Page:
|Sir Richard Steele|
Sir Richard Steele
Vol. 27, pp. 83-87 of The Harvard Classics
Word pictures are often more vivid than photographs. Steele had a gift for originating characters that are remembered longer than flesh and blood people. Sir Roger de Coverly and Will Honeycomb are now bold figures in literature.
(First issue of the "Spectator," published March 1, 1711.)
Ast alii sex
Et plures uno conclamant ore.
—Juvenal, “Satires,” vii. 166.
Six more at least join their consenting voice.
THE FIRST 1 of our society is a gentleman of Worcestershire, of an ancient descent, a baronet, his name Sir Roger de Coverley. His great-grandfather was inventor of that famous country-dance which is called after him. All who know that shire are very well acquainted with the parts and merits of Sir Roger. He is a gentleman that is very singular in his behavior, but his singularities proceed from his good sense, and are contradictions to the manners of the world, only as he thinks the world is in the wrong. However, this humor creates him no enemies, for he does nothing with sourness or obstinacy; and his being unconfined to modes and forms makes him but the readier and more capable to please and oblige all who know him. When he is in town he lives in Soho Square. It is said he keeps himself a bachelor by reason he was crossed in love by a perverse beautiful widow of the next county to him. Before this disappointment, Sir Roger was what you call a fine gentleman, had often supped with my Lord Rochester and Sir George Etherege, fought a duel upon his first coming to town, and kicked bully Dawson in a public coffee-house for calling him youngster. But being ill-used by the above-mentioned widow, he was very serious for a year and a half; and though, his temper being naturally jovial, he at last got over it, he grew careless of himself and never dressed afterwards. He continues to wear a coat and doublet of the same cut that were in fashion at the time of his repulse, which, in his merry humors, he tells us, has been in and out twelve times since he first wore it. It is said Sir Roger grew humble in his desires after he had forgot his cruel beauty, insomuch that it is reported he has frequently offended with beggars and gypsies; but this is looked upon, by his friends, rather as matter of raillery than truth. He is now in his fifty-sixth year, cheerful, gay, and hearty; keeps a good house both in town and country; a great lover of mankind; but there is such a mirthful cast in his behavior, that he is rather beloved than esteemed. His tenants grow rich, his servants look satisfied, all the young women profess love to him, and the young men are glad of his company. When he comes into a house, he calls the servants by their names, and talks all the way upstairs to a visit. I must not omit that Sir Roger is a justice of the quorum; that he fills the chair at a quarter-session with great abilities, and three months ago gained universal applause, by explaining a passage in the Game Act.
The gentleman next in esteem and authority among us is another bachelor, who is a member of the Inner Temple, a man of great probity, wit, and understanding; but he has chosen his place of residence rather to obey the direction of an old humorsome father than in pursuit of his own inclinations. He was placed there to study the laws of the land, and is the most learned of any of the house in those of the stage. Aristotle and Longinus are much better understood by him than Littleton or Coke. The father sends up every post questions relating to marriage-articles, leases, and tenures, in the neighborhood; all which questions he agrees with an attorney to answer and take care of in the lump. He is studying the passions themselves, when he should be inquiring into the debates among men which arise from them. He knows the argument of each of the orations of Demosthenes and Tully, but not one case in the reports of our own courts. No one ever took him for a fool; but none, except his intimate friends, know he has a great deal of wit. This turn makes him at once both disinterested and agreeable. As few of his thoughts are drawn from business, they are most of them fit for conversation. His taste for books is a little too just for the age he lives in; he has read all, but approves of very few. His familiarity with the customs, manners, actions, and writings of the ancients, makes him a very delicate observer of what occurs to him in the present world. He is an excellent critic, and the time of the play is his hour of business; exactly at five he passes through New-inn, crosses through Russell-court, and takes a turn at Will’s till the play begins; he has his shoes rubbed and his periwig powdered at the barber’s as you go into the Rose. It is for the good of the audience when he is at the play, for the actors have an ambition to please him.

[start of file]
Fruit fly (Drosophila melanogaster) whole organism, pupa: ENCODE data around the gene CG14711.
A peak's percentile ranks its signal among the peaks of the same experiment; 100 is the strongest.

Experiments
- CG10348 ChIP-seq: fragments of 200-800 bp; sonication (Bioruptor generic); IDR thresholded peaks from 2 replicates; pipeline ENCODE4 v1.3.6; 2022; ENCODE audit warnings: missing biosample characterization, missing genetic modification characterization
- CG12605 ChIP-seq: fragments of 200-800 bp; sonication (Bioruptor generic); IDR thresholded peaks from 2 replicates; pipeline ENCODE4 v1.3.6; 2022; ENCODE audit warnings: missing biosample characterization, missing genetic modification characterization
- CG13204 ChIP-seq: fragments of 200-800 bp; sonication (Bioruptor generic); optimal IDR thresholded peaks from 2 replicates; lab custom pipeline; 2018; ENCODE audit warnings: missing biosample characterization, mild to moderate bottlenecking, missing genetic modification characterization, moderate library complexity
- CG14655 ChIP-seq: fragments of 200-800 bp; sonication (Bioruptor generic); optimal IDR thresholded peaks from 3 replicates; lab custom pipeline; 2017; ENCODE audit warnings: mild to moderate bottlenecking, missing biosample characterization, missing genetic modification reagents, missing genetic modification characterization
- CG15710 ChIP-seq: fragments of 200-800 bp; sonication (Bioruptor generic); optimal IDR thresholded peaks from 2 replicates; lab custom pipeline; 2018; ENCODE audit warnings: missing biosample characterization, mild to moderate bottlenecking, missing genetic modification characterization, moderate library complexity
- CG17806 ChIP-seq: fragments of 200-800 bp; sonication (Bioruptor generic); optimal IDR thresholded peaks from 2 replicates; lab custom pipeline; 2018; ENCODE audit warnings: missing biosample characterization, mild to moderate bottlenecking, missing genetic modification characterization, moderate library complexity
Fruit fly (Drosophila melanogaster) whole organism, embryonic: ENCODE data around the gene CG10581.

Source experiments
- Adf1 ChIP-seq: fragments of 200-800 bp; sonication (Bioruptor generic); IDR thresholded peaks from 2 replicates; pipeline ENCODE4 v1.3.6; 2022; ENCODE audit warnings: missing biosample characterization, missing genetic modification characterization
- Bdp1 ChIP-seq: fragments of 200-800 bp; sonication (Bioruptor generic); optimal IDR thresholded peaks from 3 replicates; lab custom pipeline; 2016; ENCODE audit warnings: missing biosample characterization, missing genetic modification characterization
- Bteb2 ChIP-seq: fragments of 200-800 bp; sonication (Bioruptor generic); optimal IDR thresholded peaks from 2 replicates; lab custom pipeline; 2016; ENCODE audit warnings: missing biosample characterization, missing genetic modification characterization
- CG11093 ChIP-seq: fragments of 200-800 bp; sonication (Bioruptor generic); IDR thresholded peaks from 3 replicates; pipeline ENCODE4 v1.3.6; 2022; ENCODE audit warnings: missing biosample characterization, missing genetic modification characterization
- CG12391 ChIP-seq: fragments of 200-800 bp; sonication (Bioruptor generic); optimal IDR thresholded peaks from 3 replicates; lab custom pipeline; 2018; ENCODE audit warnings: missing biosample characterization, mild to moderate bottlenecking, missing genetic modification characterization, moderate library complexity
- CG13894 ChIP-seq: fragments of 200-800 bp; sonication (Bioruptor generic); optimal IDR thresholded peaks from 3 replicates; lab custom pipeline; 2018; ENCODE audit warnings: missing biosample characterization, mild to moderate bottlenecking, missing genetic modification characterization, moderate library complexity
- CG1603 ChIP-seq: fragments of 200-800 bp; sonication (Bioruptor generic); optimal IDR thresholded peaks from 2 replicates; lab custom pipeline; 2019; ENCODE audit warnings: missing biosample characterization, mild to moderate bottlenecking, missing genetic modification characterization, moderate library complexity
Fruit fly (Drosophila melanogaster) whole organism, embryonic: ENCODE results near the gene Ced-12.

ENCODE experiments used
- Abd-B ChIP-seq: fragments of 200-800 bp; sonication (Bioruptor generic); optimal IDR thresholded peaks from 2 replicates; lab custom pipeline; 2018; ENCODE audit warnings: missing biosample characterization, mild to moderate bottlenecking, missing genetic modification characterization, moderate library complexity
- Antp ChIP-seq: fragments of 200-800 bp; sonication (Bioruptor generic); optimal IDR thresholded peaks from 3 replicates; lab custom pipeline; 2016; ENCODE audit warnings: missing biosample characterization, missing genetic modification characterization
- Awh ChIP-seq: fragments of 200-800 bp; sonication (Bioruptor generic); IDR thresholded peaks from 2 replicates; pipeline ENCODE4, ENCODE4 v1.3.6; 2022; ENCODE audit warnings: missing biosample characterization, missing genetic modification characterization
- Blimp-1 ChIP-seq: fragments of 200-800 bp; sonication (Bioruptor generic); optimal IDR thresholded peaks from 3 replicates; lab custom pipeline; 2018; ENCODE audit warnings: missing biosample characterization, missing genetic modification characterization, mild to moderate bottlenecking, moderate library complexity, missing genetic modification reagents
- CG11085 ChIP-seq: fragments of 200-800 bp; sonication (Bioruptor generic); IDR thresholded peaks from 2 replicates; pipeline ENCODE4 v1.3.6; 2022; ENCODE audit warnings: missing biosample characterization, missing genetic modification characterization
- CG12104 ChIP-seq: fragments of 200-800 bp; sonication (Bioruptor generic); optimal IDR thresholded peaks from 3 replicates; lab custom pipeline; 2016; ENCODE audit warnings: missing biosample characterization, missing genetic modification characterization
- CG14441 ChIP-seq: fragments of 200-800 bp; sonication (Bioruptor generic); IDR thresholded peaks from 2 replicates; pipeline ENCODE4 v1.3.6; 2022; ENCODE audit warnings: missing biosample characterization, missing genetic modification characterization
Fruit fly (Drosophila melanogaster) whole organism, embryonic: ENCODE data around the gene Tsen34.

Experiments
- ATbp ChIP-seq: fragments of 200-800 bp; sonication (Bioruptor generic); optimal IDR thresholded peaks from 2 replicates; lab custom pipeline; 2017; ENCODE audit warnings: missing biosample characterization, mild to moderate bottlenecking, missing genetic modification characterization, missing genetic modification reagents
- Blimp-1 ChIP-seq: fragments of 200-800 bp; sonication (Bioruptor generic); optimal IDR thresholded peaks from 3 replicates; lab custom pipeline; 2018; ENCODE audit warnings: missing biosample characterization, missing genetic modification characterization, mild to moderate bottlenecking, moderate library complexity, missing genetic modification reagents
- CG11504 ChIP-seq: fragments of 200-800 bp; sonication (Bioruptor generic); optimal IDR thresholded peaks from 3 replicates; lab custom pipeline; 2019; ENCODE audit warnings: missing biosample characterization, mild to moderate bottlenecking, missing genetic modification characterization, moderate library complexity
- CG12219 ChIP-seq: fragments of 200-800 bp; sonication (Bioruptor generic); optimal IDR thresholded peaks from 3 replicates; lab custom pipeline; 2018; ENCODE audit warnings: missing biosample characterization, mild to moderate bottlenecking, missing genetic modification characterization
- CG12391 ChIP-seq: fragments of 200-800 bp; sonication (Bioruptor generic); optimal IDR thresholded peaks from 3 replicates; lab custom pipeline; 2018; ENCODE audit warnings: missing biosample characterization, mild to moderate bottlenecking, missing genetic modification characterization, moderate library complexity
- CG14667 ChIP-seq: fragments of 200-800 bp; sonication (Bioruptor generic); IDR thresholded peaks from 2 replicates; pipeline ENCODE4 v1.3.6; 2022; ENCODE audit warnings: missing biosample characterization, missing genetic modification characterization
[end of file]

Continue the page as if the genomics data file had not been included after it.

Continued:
The person of next consideration is Sir Andrew Freeport, a merchant of great eminence in the city of London; a person of indefatigable industry, strong reason, and great experience. His notions of trade are noble and generous, and (as every rich man has usually some sly way of jesting, which would make no great figure were he not a rich man) he calls the sea the British Common. He is acquainted with commerce in all its parts, and will tell you that it is a stupid and barbarous way to extend dominion by arms; for true power is to be got by arts and industry. He will often argue that, if this part of our trade were well cultivated, we should gain from one nation; and if another, from another. I have heard him prove that diligence makes more lasting acquisitions than valor, and that sloth has ruined more nations than the sword. He abounds in several frugal maxims, amongst which the greatest favorite is, “A penny saved is a penny got.” A general trader of good sense is pleasanter company than a general scholar; and Sir Andrew having a natural unaffected eloquence, the perspicuity of his discourse gives the same pleasure that wit would in another man. He has made his fortune himself; and says that England may be richer than other kingdoms by as plain methods as he himself is richer than other men; though at the same time I can say this of him, that there is not a point in the compass but blows home a ship in which he is an owner.